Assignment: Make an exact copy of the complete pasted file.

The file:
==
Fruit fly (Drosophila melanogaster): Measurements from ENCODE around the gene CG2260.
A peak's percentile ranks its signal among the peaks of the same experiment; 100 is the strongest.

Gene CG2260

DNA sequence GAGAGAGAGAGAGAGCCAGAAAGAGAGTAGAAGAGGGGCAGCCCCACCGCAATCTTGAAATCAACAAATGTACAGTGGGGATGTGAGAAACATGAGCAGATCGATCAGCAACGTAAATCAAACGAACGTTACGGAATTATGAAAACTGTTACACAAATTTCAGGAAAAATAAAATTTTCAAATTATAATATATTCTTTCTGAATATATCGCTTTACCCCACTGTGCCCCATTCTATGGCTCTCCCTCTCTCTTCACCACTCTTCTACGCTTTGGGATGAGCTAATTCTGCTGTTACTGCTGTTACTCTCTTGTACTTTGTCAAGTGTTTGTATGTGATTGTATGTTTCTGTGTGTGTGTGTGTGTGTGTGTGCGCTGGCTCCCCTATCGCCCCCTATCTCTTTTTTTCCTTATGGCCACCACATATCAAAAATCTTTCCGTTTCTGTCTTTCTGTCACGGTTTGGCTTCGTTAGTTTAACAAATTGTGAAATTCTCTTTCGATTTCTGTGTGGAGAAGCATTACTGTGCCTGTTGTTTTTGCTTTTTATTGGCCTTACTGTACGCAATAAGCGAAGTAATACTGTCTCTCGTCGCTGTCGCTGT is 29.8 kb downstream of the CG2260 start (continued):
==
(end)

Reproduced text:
Fruit fly (Drosophila melanogaster): Measurements from ENCODE around the gene CG2260.
A peak's percentile ranks its signal among the peaks of the same experiment; 100 is the strongest.

Gene CG2260

DNA sequence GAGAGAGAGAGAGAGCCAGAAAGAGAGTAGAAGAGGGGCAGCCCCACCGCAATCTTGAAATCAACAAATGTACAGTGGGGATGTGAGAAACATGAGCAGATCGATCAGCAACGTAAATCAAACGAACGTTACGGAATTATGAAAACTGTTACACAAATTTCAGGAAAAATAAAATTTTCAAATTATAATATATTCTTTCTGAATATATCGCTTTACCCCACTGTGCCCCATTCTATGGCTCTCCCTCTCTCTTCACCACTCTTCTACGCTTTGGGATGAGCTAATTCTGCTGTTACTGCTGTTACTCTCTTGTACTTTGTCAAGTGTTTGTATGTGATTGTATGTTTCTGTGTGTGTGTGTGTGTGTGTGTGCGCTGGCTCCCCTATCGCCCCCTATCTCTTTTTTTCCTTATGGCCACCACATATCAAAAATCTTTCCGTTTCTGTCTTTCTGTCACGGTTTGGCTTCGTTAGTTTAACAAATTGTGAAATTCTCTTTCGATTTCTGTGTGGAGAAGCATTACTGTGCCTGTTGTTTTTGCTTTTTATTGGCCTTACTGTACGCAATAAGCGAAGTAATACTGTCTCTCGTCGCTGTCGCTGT is 29.8 kb downstream of the CG2260 start (continued):